How much-loved Harrogate brewery has kept beer flowing during Covid pandemic
When lockdown hit hard in late March, Daleside Brewery in Harrogate closed the doors of its small production plant in Starbeck and reluctantly furloughed most of its staff.
Like many other businesses - and people - across the country, it had a lot to worry about.
Number one worry - how to save the beer this award-winning independent brewery had in its tanks from been poured down the drain.
The good news for quality beer lovers in Harrogate is, six months later, Daleside is still there and still surviving.
But how did it do it?
How has Harrogate's oldest beer firm managed to navigate the most challenging year for the beer industry?
Daleside's business development manager Vincent Staunton said: "In line with all companies in the hospitality sector, our business was thrown into turmoil when the country went into lockdown on March 23.
"The brewery was mothballed in terms of brewing and most of the staff furloughed as part of the Government's job retention scheme.
"Daleside brewery is very fortunate to have so many loyal customers and consumers that enjoy our beers locally.
"Without their support we would not survive. We are so grateful to them."
But the story is not quite as simple as that for a brewery founded more than 30 years ago in the interim period between real ale and craft beer.
Daleside was first launched in the mid-1980s, an era when only the Campaign for Real Ale and a few visionary small family businesses stood between beer lovers and the total domination in Britain of the big breweries.
It moved to its premises in Camwal Road in Starbeck in 1992 in the days when craft beer was barely a twinkle in anyone’s eye.
Under the stewardship of then head brewer Craig Witty and managing director Eric Lucas, Daleside soon became something of a favourite with judges from both CAMRA (Campaign for Real Ale) and SIBA (Society of Independent Brewers Association), picking up regular awards for its big hitters like Old Leg Over, Daleside Blonde and Monkey Wrench.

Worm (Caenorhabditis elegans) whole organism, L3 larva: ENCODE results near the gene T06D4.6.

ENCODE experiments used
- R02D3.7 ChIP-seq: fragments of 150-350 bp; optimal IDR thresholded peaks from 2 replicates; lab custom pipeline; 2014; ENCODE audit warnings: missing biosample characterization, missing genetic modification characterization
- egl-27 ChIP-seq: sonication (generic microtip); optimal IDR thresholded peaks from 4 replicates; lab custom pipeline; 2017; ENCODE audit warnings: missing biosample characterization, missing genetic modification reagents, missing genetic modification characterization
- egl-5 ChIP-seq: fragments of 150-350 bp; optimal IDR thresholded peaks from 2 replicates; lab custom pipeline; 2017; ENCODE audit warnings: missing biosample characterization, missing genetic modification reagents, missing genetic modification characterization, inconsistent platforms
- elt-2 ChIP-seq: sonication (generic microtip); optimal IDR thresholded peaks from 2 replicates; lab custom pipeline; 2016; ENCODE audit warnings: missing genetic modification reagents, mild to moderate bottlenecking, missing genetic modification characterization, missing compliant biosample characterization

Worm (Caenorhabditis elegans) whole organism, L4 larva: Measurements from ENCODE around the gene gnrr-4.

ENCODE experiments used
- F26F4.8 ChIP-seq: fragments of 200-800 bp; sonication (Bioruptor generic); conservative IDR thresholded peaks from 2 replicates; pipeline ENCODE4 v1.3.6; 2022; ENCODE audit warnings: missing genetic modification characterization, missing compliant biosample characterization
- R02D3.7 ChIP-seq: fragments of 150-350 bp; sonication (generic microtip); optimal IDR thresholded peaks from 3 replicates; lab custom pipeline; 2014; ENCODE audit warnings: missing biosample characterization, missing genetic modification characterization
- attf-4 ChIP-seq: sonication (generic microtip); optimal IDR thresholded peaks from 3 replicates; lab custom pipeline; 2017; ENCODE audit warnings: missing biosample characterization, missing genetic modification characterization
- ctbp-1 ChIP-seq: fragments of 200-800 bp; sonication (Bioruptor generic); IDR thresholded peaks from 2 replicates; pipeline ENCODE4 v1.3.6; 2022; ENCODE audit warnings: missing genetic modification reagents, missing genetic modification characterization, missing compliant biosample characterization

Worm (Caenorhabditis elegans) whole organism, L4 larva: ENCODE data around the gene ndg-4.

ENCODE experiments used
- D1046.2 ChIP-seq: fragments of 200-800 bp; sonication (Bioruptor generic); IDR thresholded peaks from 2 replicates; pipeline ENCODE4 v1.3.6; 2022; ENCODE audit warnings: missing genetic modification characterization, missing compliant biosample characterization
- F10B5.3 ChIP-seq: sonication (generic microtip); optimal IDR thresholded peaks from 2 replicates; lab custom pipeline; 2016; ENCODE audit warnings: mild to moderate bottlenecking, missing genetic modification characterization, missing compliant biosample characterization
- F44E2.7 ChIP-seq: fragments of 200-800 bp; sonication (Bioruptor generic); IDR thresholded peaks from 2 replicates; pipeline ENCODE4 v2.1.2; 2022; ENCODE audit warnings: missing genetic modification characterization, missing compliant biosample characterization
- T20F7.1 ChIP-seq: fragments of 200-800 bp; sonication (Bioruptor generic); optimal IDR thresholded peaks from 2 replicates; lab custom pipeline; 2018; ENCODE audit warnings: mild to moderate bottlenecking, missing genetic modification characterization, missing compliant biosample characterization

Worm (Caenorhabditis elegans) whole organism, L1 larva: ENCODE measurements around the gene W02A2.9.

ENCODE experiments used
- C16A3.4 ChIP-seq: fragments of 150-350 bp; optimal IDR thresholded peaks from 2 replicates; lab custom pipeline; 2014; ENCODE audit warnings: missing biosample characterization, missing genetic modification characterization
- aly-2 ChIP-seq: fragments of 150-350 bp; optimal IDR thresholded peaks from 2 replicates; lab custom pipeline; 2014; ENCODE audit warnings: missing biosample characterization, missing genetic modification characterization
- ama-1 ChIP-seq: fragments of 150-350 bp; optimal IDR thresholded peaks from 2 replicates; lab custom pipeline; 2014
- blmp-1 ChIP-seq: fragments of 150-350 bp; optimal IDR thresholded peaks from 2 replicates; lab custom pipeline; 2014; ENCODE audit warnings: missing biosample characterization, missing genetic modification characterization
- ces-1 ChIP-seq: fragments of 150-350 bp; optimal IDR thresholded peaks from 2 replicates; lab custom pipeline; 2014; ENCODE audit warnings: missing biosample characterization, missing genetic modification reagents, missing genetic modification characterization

The brewery's basic approach under current head brewer Rob Millichamp hasn't changed, essentially.
It still uses the best quality malts, whole-leaf hops,its own yeast and, perhaps most crucially of all, Harrogate water.
But it has adapted to the craft beer era with new varieties such as gin-infused pale ales and lemongrass Thai IPAs,
And it's also adapted to the harsh economic climate set by the nation's fight against the Covid pandemic.
Daleside's business development manager Vincent Staunton said: " With no immediate lifeline of knowing when the drinks industry would re-open, like many breweries we had to work quickly to save the beer we had in tanks from been poured down the drain.
"We decided to ramp up our sales of bottles and 'Bag in Box' for home delivery, having already developed a social media campaign.
"We also made the decision to launch some new 500ml bottled beers, Pacesetter, 3.6% ABV golden ale, and Journey's End, a 4.5% ABV IPA, and bring back an old favourite in Old Lubrication, a 4.1% ABV English Bitter.
"We are currently in production with a beer for the Christmas market, Santa's Progress, a a 4.2% amber ale with plenty of fruit and malt notes."
Daleside's commitment to traditional methods, heritage recipes and its own recipes has put it in good stead in these challenging times - whether that’s casked real ales or premium bottled beers.
There may be no panic but there's no resting on their laurels, either.
Vincent Staunton says Daleside recognises we are all going through "an incredibly difficult" time but taking a flexible and positive approach is the only thing to be done.
Not that the constant worry over the changing rules for dealing with the pandemic are helping the drinks industry, which remains in a fragile situation, to say the least.
The Society of Independent Brewers (SIBA), which represents more than 825 independent craft breweries, reacted to new Government measures announced this week with uncontained alarm.
But Daleside, like others in Harrogate's dynamic independent brewery scene, is determined to overcome whatever is thrown at it.
Mr Staunton said: "Like everyone in the trade we remain positive and are trying to be as proactive as we can.
"The drinks industry was up until the latest shutdown measures gradually returning to some normality, albeit, not at the same levels of pre-COVID.
"2020 has been an incredibly difficult year for mankind. But we remain hopeful that life will return to normal over the coming months."
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